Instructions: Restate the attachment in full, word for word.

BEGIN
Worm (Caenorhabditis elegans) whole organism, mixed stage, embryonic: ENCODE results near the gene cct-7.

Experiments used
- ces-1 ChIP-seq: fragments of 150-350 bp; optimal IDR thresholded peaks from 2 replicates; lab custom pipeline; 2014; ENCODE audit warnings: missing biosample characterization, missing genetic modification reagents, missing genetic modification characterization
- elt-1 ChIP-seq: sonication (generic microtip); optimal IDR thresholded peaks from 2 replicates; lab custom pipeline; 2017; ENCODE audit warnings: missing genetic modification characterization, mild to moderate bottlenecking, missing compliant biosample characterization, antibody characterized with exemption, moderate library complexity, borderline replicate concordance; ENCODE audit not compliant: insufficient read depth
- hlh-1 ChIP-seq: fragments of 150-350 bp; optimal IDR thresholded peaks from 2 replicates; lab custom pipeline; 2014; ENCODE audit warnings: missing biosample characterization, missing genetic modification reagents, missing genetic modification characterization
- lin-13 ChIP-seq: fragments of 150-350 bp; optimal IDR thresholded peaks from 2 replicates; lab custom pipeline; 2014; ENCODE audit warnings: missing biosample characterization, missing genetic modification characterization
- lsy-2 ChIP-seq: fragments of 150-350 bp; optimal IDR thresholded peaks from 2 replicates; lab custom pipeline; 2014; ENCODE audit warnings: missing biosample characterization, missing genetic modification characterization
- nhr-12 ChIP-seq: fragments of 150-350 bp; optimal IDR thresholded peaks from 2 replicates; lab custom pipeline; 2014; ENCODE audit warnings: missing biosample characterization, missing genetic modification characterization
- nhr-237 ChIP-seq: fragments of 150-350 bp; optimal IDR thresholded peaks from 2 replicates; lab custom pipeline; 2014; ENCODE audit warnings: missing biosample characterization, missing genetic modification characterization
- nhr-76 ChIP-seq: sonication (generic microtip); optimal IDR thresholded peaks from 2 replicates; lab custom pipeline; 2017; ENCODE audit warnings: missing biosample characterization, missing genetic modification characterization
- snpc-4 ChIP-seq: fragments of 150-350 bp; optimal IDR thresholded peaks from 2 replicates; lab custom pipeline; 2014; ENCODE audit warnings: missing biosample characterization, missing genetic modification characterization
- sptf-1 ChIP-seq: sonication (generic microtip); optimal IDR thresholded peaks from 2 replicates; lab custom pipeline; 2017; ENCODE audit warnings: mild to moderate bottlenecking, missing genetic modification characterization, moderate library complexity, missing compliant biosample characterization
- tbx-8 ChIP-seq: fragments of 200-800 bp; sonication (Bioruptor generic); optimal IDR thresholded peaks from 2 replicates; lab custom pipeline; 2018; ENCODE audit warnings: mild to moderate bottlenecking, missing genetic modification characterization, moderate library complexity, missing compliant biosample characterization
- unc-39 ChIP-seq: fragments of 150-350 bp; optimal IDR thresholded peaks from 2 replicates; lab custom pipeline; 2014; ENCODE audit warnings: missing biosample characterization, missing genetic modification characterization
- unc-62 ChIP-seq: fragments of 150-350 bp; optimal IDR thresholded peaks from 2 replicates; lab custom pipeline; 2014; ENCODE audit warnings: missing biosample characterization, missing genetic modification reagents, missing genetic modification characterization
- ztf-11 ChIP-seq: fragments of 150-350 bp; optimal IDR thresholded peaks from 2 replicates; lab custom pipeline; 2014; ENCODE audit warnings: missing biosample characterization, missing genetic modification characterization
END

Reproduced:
Worm (Caenorhabditis elegans) whole organism, mixed stage, embryonic: ENCODE results near the gene cct-7.

Experiments used
- ces-1 ChIP-seq: fragments of 150-350 bp; optimal IDR thresholded peaks from 2 replicates; lab custom pipeline; 2014; ENCODE audit warnings: missing biosample characterization, missing genetic modification reagents, missing genetic modification characterization
- elt-1 ChIP-seq: sonication (generic microtip); optimal IDR thresholded peaks from 2 replicates; lab custom pipeline; 2017; ENCODE audit warnings: missing genetic modification characterization, mild to moderate bottlenecking, missing compliant biosample characterization, antibody characterized with exemption, moderate library complexity, borderline replicate concordance; ENCODE audit not compliant: insufficient read depth
- hlh-1 ChIP-seq: fragments of 150-350 bp; optimal IDR thresholded peaks from 2 replicates; lab custom pipeline; 2014; ENCODE audit warnings: missing biosample characterization, missing genetic modification reagents, missing genetic modification characterization
- lin-13 ChIP-seq: fragments of 150-350 bp; optimal IDR thresholded peaks from 2 replicates; lab custom pipeline; 2014; ENCODE audit warnings: missing biosample characterization, missing genetic modification characterization
- lsy-2 ChIP-seq: fragments of 150-350 bp; optimal IDR thresholded peaks from 2 replicates; lab custom pipeline; 2014; ENCODE audit warnings: missing biosample characterization, missing genetic modification characterization
- nhr-12 ChIP-seq: fragments of 150-350 bp; optimal IDR thresholded peaks from 2 replicates; lab custom pipeline; 2014; ENCODE audit warnings: missing biosample characterization, missing genetic modification characterization
- nhr-237 ChIP-seq: fragments of 150-350 bp; optimal IDR thresholded peaks from 2 replicates; lab custom pipeline; 2014; ENCODE audit warnings: missing biosample characterization, missing genetic modification characterization
- nhr-76 ChIP-seq: sonication (generic microtip); optimal IDR thresholded peaks from 2 replicates; lab custom pipeline; 2017; ENCODE audit warnings: missing biosample characterization, missing genetic modification characterization
- snpc-4 ChIP-seq: fragments of 150-350 bp; optimal IDR thresholded peaks from 2 replicates; lab custom pipeline; 2014; ENCODE audit warnings: missing biosample characterization, missing genetic modification characterization
- sptf-1 ChIP-seq: sonication (generic microtip); optimal IDR thresholded peaks from 2 replicates; lab custom pipeline; 2017; ENCODE audit warnings: mild to moderate bottlenecking, missing genetic modification characterization, moderate library complexity, missing compliant biosample characterization
- tbx-8 ChIP-seq: fragments of 200-800 bp; sonication (Bioruptor generic); optimal IDR thresholded peaks from 2 replicates; lab custom pipeline; 2018; ENCODE audit warnings: mild to moderate bottlenecking, missing genetic modification characterization, moderate library complexity, missing compliant biosample characterization
- unc-39 ChIP-seq: fragments of 150-350 bp; optimal IDR thresholded peaks from 2 replicates; lab custom pipeline; 2014; ENCODE audit warnings: missing biosample characterization, missing genetic modification characterization
- unc-62 ChIP-seq: fragments of 150-350 bp; optimal IDR thresholded peaks from 2 replicates; lab custom pipeline; 2014; ENCODE audit warnings: missing biosample characterization, missing genetic modification reagents, missing genetic modification characterization
- ztf-11 ChIP-seq: fragments of 150-350 bp; optimal IDR thresholded peaks from 2 replicates; lab custom pipeline; 2014; ENCODE audit warnings: missing biosample characterization, missing genetic modification characterization